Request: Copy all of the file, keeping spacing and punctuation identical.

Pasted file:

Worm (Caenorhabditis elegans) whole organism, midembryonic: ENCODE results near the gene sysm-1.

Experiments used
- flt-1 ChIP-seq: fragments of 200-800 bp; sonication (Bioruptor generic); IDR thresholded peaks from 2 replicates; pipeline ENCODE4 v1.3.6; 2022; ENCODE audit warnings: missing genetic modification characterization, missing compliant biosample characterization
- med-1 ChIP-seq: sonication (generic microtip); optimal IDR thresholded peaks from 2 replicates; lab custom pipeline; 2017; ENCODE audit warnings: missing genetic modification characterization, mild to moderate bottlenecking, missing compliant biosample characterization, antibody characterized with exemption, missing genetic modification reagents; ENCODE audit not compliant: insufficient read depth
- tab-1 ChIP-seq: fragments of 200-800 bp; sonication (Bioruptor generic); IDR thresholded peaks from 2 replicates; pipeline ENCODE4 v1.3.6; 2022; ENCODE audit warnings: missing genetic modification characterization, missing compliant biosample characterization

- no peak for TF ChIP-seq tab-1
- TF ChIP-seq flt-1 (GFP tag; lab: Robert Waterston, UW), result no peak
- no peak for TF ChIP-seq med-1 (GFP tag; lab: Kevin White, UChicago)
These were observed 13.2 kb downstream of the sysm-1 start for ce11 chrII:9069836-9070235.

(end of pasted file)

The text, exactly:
Worm (Caenorhabditis elegans) whole organism, midembryonic: ENCODE results near the gene sysm-1.

Experiments used
- flt-1 ChIP-seq: fragments of 200-800 bp; sonication (Bioruptor generic); IDR thresholded peaks from 2 replicates; pipeline ENCODE4 v1.3.6; 2022; ENCODE audit warnings: missing genetic modification characterization, missing compliant biosample characterization
- med-1 ChIP-seq: sonication (generic microtip); optimal IDR thresholded peaks from 2 replicates; lab custom pipeline; 2017; ENCODE audit warnings: missing genetic modification characterization, mild to moderate bottlenecking, missing compliant biosample characterization, antibody characterized with exemption, missing genetic modification reagents; ENCODE audit not compliant: insufficient read depth
- tab-1 ChIP-seq: fragments of 200-800 bp; sonication (Bioruptor generic); IDR thresholded peaks from 2 replicates; pipeline ENCODE4 v1.3.6; 2022; ENCODE audit warnings: missing genetic modification characterization, missing compliant biosample characterization

- no peak for TF ChIP-seq tab-1
- TF ChIP-seq flt-1 (GFP tag; lab: Robert Waterston, UW), result no peak
- no peak for TF ChIP-seq med-1 (GFP tag; lab: Kevin White, UChicago)
These were observed 13.2 kb downstream of the sysm-1 start for ce11 chrII:9069836-9070235.